Can we attract these youths to tourism and hospitality jobs? (courtesy of Singapore International Foundation)
Hilton, we've got a problem.
On one hand, the travel and hospitality industry is desperately in need of workers. Labour-intensive and high-touch, tourism sector jobs in hotels, retail outlets, visitor attractions, F&B, and transport are always available.
On the other hand, the Millennials (defined as those between 18 to 24 years of age) are avoiding the sector like the plague. In their opinion, travel and hospitality jobs do not pay well, does not need smart nor talented people, offer work that is mostly of low status, does not communicate a professional image, and does not value education and skills.
Man! No wonder we find it difficult to attract younger front-line staff these days!
Also known as Gen Ys, the above views of Millennials were uncovered in a study by Duxton Consulting. Comprising 20 in-depth, 90-minute interviews aimed at determining the work-related goals and psychological drivers of 18-24 year olds, the study is supplemented by data from more than 200 quantitative surveys.
These findings were presented at the recent Web in Travel (WIT) conference held at the Marina Bay Sands hotel.
According to the study, a couple of things define who the Millennials are:
1) They inhabit their own "communal cocoon", sharing opinions, standards and perspectives on music, games, sports, celebrities and anything else revolving around their lives.
2) They create their own world - aided by online networking platforms like Facebook and Twitter - and dictate the population of that world, what is right (and wrong), govern the news, and provide the entertainment.
3) They want to build their own brand through projecting an image of themselves both virtual and physical.
4) They see themselves as being different from the norm, and are confident and "empowered" individuals operating in an intensely communal environment.
With their "can do" spirit, Millennials believe the old ways are inefficient and outdated. They prefer forming their own solutions and making their own decisions. Their expectations are also higher than their parents, seeking a better job, nicer things (to wear and own), more vacations, and a better home.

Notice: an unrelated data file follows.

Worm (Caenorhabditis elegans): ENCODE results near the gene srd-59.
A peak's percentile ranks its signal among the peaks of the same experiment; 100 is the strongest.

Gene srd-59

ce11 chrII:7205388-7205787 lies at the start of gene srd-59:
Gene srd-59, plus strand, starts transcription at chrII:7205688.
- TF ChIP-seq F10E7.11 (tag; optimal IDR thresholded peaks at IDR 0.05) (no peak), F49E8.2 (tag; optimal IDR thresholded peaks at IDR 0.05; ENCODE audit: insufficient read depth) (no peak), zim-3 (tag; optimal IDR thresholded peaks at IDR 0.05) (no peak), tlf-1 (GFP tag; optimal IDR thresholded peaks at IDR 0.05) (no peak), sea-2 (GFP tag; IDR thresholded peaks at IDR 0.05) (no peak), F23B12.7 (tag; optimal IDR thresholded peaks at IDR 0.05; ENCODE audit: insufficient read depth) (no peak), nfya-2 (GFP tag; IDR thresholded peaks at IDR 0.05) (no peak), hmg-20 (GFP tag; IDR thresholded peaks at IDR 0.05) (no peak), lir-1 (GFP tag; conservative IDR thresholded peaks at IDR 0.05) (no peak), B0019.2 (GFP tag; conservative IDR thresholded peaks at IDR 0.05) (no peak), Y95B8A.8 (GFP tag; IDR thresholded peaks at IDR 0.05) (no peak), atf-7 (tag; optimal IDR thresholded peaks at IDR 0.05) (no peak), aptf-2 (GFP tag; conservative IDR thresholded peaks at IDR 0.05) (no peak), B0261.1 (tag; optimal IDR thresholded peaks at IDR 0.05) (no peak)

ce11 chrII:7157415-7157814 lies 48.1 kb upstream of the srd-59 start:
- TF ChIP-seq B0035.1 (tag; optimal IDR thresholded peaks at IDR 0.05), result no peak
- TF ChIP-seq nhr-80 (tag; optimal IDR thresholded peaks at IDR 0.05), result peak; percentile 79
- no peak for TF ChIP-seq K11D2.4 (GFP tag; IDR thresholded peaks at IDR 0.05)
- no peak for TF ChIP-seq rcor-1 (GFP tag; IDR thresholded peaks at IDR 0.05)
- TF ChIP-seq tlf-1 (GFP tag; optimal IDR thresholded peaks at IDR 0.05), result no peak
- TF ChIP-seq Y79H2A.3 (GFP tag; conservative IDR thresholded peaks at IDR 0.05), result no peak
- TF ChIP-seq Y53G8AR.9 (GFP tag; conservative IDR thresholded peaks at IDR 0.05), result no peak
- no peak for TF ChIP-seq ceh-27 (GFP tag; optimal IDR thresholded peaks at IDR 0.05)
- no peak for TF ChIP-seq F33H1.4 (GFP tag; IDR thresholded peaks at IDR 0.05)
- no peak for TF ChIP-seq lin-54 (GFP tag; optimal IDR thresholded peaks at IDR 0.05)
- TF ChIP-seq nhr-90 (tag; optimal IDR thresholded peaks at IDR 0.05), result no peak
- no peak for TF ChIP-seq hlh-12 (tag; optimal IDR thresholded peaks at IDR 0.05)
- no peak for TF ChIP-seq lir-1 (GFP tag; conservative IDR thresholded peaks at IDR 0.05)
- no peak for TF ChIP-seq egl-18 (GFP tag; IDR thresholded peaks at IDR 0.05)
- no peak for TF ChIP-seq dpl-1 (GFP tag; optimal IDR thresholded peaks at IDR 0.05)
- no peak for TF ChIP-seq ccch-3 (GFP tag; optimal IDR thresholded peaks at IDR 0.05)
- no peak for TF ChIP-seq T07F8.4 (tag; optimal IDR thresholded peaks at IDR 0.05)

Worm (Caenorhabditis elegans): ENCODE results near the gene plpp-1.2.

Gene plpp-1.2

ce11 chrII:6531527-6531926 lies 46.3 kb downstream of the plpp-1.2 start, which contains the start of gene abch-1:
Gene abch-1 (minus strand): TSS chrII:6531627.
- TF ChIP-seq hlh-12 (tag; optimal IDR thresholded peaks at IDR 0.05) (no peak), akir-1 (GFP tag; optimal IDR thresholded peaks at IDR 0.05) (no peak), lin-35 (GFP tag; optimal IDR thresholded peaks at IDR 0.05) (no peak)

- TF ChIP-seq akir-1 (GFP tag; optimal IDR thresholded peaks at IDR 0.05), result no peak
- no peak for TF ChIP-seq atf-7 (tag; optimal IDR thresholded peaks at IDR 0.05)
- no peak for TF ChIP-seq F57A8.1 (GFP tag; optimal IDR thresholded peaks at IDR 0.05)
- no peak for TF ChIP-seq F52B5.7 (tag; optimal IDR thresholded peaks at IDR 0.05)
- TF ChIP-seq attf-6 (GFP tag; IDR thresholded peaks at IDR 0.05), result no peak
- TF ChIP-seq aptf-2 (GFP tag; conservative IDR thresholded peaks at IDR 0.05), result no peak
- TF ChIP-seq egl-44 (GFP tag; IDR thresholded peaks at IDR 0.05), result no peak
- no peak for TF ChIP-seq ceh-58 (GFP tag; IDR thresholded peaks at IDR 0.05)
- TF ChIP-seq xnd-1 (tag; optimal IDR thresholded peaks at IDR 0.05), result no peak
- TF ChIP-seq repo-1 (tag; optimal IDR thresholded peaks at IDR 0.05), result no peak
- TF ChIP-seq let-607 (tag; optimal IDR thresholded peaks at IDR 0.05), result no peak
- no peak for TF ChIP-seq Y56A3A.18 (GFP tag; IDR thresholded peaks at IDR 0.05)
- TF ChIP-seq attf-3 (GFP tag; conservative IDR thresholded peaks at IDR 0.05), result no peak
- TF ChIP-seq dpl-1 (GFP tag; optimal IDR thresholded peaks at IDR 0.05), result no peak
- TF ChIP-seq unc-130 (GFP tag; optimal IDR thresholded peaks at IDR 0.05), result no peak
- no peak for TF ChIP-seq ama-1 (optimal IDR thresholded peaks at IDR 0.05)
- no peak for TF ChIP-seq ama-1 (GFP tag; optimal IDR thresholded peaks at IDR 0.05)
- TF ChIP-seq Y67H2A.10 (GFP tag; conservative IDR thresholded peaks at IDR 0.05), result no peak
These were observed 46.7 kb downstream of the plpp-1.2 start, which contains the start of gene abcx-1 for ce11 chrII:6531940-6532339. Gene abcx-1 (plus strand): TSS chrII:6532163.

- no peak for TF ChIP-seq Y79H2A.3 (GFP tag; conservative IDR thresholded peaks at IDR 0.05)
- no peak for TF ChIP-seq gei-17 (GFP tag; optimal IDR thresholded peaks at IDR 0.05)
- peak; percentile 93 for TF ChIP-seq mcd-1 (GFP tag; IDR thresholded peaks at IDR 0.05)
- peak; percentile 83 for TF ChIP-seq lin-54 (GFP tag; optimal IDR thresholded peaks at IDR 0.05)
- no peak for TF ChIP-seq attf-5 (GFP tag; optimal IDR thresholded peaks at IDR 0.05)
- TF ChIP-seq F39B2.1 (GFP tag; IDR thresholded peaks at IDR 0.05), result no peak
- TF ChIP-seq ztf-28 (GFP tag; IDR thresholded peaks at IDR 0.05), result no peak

Wait, there's more.
Millennials need to have a sense of momentum. They crave instant progress and instant success, focusing on immediate results as opposed to long-term concerns. Meaning and passion also takes precedence in whatever work they do.
What's more, Millenials need to feel significant soon after they start work. They are obsessed about upgrading and levelling up both skill and pay wise.
Phew! That's a tall order to fill.
Is there a way forward then?
Laurenz Koehler, managing director of Duxton Consulting, thinks there is. In an interview with Cooler Insights, Laurenz shared that tourism companies should explore the following strategies:
1) Position and brand jobs appropriately, ensuring that they are meaningful. Address the "Whys" rather than just the "Whats" and "Hows". This can be done by shaping such jobs to be...
- Worthwhile (doing something that makes a difference);
- Challenging (learning and achieving new skills);
- Progressive (offers a clear path for personal development and greater income); and
- Recognised (status titles with constant performance feedback).
2) Encourage Millennials to take ownership of their own jobs so that they can find meaning and passion. This entails guiding and inspiring them to make their own decisions.
3) Train, equip and empower them with the right skills and resources. Thereafter, to leave them to use their judgement at work while establishing clear boundaries.
4) Refrain from adopting command-and-control management methods. These simply will not work with Millennials.
5) Provide clear feedback mechanisms so that they understand where their limitations are.
6) Ensure that there is forward "momentum" in their jobs and careers, incentivising them through appropriate progression pathways as well as compensation packages.
Personally, I feel that it will be challenging trying to match the realities of customer facing jobs with the expectations of Millennials in Singapore. While employers can repackage the jobs to offer more empowerment and upgrading opportunities, hygiene factors such as the "retail" hours and manual nature of the work cannot be "strategised" away.
Somehow or other, we need to balance between the rising expectations of guests, spiraling labour and land costs, and growing demands of a younger workforce.
Do you agree with the findings of the study? How else can we attract more Millennials to the Tourism sector?
Labels: behavioural economics, Gen Ys, hospitality, human resource, manpower strategy, Millennials, psychology, tourism, visitor attractions, workforce